Notice that the common thread there is some sort of immediate action. Simply sending a collection letter with a balance due is not overshadowing. Even sending successive letters within that period is not overshadowing. You have to confuse a LSC about their rights.

If they send a 2nd letter that says you have to pay this in 5 days, when there are still 20 days left, that'd be overshadowing.

Miller v. Payco-General Am. Credits, Inc., 943 F.2d 482 (4th Cir. 1991). ‘‘Congress included the debt validation provisions in order to guarantee that consumers receive adequate notice of their legal rights.’’ ‘‘Screaming headlines, bright colors and huge lettering’’ in the debt collector’s initial correspondence to the consumer contradicted and overshadowed the validation notice in violation of § 1692g. A debt collector need not cease its collection efforts, but it must effectively convey the validation notice without using collection efforts contradicting it. The debt collector’s letter commanding the consumer to telephone immediately could cause the consumer to overlook his right to verification and cessation of collection efforts upon written request.

Bernstein v. Howe, 2003 WL 1702254, 2003 U.S. Dist. LEXIS 5284 (S.D. Ind. Mar. 31, 2003). A collection letter instructing the consumer that payment or payment arrangements should be made by a date prior to the expiration of the thirty-day validation period without the threat of legal or other serious consequences did not violate the FDCPA.

Lerner v. Forster, F. Supp. 2d , 2003 WL 168442 (E.D.N.Y. Jan. 22, 2003). A dun requesting full payment or a call to the creditor to arrange partial payment did not contradict or overshadow the debt validation notice in the following paragraph.

Orenbuch v. Computer Credit, Inc., 2002 WL 1918222 (S.D.N.Y. Aug. 19, 2002). A debt collector that had not received a request for validation or other reply from a consumer may continue to attempt to collect the debt during the 30-day validation period so long as it does not create the impression that the consumer has less than 30 days in which to dispute the debt. Collector’s second notice sent within the 30-day validation period stating that it was returning the account to the creditor did not contradict or overshadow the initial 30-day verification disclosure or render it false.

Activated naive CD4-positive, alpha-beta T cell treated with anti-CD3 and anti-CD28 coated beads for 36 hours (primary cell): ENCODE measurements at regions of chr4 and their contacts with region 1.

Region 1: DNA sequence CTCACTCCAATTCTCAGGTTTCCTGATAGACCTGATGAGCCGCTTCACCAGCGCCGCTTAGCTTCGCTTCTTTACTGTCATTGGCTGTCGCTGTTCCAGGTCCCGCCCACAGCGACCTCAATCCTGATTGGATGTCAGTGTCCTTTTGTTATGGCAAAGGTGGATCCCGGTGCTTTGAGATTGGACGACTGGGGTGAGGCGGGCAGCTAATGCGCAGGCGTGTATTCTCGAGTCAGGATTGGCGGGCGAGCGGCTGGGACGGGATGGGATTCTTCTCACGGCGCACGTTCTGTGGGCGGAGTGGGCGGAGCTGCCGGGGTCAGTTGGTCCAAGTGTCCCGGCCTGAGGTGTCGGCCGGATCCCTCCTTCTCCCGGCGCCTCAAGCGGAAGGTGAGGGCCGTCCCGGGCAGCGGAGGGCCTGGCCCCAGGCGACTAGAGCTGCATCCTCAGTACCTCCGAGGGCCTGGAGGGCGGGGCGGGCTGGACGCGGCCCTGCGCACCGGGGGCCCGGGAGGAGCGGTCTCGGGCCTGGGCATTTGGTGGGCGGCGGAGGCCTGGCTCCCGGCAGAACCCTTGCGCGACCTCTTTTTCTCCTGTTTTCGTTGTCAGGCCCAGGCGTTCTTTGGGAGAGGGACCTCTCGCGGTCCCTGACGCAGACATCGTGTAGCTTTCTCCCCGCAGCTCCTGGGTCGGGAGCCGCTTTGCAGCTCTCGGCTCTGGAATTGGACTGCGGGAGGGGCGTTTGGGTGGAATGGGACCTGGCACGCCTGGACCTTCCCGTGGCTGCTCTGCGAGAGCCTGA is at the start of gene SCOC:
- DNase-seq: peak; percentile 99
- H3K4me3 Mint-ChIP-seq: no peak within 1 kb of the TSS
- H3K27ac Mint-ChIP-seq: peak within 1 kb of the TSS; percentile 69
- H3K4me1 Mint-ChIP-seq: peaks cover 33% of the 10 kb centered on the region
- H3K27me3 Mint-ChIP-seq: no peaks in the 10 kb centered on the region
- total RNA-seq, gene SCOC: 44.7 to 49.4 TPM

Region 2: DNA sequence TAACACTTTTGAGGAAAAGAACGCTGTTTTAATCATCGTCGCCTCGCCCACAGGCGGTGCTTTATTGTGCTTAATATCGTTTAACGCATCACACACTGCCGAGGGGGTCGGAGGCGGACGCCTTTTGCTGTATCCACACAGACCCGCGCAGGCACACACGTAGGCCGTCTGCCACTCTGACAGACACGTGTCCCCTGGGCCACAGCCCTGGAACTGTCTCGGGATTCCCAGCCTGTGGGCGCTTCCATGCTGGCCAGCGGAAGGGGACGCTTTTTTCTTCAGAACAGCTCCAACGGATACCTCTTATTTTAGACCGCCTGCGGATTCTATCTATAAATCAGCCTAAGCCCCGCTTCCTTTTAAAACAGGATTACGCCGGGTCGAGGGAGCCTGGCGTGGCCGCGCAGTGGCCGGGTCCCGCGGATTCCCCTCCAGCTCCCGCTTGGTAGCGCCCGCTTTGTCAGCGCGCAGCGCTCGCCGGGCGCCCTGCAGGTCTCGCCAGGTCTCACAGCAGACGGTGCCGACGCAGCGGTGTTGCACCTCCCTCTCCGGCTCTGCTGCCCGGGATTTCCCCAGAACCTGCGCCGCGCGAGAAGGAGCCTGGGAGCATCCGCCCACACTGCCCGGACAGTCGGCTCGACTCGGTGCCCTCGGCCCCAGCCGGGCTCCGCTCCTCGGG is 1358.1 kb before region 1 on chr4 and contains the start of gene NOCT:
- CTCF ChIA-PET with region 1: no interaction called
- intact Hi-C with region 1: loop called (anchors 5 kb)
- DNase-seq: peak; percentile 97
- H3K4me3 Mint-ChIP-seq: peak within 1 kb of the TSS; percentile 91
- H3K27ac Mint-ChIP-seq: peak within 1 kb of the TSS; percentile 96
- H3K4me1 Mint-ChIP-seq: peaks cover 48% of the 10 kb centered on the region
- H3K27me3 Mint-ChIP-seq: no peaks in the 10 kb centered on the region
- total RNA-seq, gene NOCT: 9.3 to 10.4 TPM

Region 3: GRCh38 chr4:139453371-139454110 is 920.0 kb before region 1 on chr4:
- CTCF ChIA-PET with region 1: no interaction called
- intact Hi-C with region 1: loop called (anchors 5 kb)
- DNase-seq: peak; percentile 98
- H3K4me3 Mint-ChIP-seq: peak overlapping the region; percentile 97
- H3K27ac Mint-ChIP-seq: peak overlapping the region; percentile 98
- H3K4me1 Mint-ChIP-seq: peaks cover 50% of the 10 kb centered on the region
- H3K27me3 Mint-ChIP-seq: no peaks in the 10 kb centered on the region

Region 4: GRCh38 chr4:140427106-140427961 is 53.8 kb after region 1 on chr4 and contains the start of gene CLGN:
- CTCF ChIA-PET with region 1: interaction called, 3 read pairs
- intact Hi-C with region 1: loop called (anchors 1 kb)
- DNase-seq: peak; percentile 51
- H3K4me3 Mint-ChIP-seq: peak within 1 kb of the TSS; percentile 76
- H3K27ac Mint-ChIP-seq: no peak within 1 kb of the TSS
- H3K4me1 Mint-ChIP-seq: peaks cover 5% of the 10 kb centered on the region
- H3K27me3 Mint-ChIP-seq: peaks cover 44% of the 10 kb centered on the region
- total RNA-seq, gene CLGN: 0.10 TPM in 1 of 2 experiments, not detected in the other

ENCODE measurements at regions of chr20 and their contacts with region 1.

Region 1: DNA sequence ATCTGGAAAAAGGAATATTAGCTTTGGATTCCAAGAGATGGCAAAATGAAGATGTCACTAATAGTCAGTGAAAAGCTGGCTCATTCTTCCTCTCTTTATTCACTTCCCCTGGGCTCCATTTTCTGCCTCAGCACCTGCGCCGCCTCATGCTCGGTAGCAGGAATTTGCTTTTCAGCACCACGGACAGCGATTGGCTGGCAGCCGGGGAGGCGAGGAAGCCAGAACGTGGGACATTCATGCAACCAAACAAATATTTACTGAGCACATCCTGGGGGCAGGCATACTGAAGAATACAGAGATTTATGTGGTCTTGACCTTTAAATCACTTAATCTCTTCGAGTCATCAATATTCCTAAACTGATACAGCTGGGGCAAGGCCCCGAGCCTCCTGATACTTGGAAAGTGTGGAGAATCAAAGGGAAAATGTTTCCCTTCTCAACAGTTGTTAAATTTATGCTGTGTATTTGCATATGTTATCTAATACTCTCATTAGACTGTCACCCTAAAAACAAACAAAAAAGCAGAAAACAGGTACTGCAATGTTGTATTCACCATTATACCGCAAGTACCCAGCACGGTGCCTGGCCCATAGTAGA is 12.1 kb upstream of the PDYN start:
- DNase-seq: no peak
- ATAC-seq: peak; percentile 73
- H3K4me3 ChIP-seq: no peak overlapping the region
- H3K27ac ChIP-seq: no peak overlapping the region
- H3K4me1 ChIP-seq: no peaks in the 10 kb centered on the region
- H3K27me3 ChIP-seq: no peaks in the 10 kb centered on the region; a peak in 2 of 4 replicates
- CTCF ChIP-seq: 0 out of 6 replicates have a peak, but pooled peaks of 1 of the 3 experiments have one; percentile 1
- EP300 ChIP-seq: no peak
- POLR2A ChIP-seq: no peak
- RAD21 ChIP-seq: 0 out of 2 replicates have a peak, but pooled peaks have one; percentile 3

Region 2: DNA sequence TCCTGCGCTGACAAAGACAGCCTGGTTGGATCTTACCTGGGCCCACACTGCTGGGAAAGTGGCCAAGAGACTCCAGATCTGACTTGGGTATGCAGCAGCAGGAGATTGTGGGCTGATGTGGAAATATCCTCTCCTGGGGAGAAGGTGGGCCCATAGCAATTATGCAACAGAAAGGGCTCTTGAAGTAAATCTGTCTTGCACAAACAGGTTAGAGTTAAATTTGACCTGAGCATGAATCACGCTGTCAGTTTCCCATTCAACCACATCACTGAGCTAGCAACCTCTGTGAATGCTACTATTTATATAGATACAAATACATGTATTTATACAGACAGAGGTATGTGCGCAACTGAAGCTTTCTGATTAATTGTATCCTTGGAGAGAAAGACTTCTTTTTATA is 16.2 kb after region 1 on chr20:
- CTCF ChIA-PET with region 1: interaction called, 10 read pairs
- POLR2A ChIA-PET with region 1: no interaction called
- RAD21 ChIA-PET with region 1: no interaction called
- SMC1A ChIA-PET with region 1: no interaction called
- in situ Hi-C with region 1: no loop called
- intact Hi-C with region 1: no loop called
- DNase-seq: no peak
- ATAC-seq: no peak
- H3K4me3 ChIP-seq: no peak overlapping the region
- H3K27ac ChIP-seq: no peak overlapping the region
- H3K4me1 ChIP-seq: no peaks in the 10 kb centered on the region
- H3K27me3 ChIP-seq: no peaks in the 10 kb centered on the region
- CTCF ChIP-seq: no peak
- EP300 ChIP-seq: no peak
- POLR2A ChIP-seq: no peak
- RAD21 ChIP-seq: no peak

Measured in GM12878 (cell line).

Kramsky v. Trans-Continental Credit & Collection Corp., 166 F. Supp. 2d 908 (S.D.N.Y. 2001). The validation notice was not contradicted or overshadowed by the statement: ‘‘This past due statement reflects a balance due the above stated creditor. This account has been referred to collection and we must ask that you remit the balance shown in full using the enclosed envelope.’’

The mere act of sending a followup letter asking for payment on a non disputed debt would not be overshadowing. You'd have to look at the contents of the letter to determine that.

Could the demand for payment overshadow? Yes, absolutely it could. However, the amendments clarified that collectors are allowed to ATTEMPT COLLECTION during the 30 days, they just may not do so in an overshadowing manner. All the caselaw on overshadowing will still apply.

Again, nothing to see here move on.

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Okay here's one I disagree with...

Higgins v. Capitol Credit Servs., Inc., 762 F. Supp. 1128 (D. Del. 1991). Language of ‘‘IMMEDIATE SETTLEMENT NOTICE’’ stating that ‘‘Your Account Must Be Settled Now’’ merely encouraged payment and did not overshadow validation notice, nor did letter almost thirty days later stating ‘‘Payment in full within 10 days will stop all recommended action’’ violate the Act.

I think that's more than merely encouraged.

Now that they have their amendments, its time for us to lobby for 1692k(A)(2) changes. :)

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The point here is that any time you give the industry another potential loophole, they will find a way to exploit it.

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If I was a collector, I would write innocuous letters but make the phone ring every day for 30 days.

That would be the way to go IMO.

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Again, nothing to see here move on.

Want to tone down the rhetoric here? This is slightly overstepping the bounds of a civilized debate.